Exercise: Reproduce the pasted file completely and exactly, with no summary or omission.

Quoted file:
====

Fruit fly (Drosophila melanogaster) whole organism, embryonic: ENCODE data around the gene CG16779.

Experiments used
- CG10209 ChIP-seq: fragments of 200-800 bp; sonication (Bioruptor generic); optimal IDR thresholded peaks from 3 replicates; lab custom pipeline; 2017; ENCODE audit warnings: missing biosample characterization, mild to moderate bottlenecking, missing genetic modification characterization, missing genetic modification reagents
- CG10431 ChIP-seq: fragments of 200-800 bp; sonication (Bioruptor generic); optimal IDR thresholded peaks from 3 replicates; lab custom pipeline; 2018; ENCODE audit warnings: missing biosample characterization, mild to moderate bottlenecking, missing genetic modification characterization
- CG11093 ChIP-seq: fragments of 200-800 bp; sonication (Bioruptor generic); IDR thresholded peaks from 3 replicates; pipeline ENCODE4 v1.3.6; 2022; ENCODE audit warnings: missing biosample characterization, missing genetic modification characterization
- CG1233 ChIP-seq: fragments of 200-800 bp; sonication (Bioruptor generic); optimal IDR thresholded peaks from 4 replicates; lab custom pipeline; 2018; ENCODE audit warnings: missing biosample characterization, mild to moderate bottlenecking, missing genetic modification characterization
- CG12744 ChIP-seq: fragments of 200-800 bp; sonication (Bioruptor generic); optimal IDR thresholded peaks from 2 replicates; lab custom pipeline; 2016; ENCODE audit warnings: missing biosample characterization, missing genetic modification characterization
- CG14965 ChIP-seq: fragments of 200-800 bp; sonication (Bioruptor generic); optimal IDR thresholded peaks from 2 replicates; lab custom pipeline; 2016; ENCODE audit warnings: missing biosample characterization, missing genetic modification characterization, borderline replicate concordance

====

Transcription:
Fruit fly (Drosophila melanogaster) whole organism, embryonic: ENCODE data around the gene CG16779.

Experiments used
- CG10209 ChIP-seq: fragments of 200-800 bp; sonication (Bioruptor generic); optimal IDR thresholded peaks from 3 replicates; lab custom pipeline; 2017; ENCODE audit warnings: missing biosample characterization, mild to moderate bottlenecking, missing genetic modification characterization, missing genetic modification reagents
- CG10431 ChIP-seq: fragments of 200-800 bp; sonication (Bioruptor generic); optimal IDR thresholded peaks from 3 replicates; lab custom pipeline; 2018; ENCODE audit warnings: missing biosample characterization, mild to moderate bottlenecking, missing genetic modification characterization
- CG11093 ChIP-seq: fragments of 200-800 bp; sonication (Bioruptor generic); IDR thresholded peaks from 3 replicates; pipeline ENCODE4 v1.3.6; 2022; ENCODE audit warnings: missing biosample characterization, missing genetic modification characterization
- CG1233 ChIP-seq: fragments of 200-800 bp; sonication (Bioruptor generic); optimal IDR thresholded peaks from 4 replicates; lab custom pipeline; 2018; ENCODE audit warnings: missing biosample characterization, mild to moderate bottlenecking, missing genetic modification characterization
- CG12744 ChIP-seq: fragments of 200-800 bp; sonication (Bioruptor generic); optimal IDR thresholded peaks from 2 replicates; lab custom pipeline; 2016; ENCODE audit warnings: missing biosample characterization, missing genetic modification characterization
- CG14965 ChIP-seq: fragments of 200-800 bp; sonication (Bioruptor generic); optimal IDR thresholded peaks from 2 replicates; lab custom pipeline; 2016; ENCODE audit warnings: missing biosample characterization, missing genetic modification characterization, borderline replicate concordance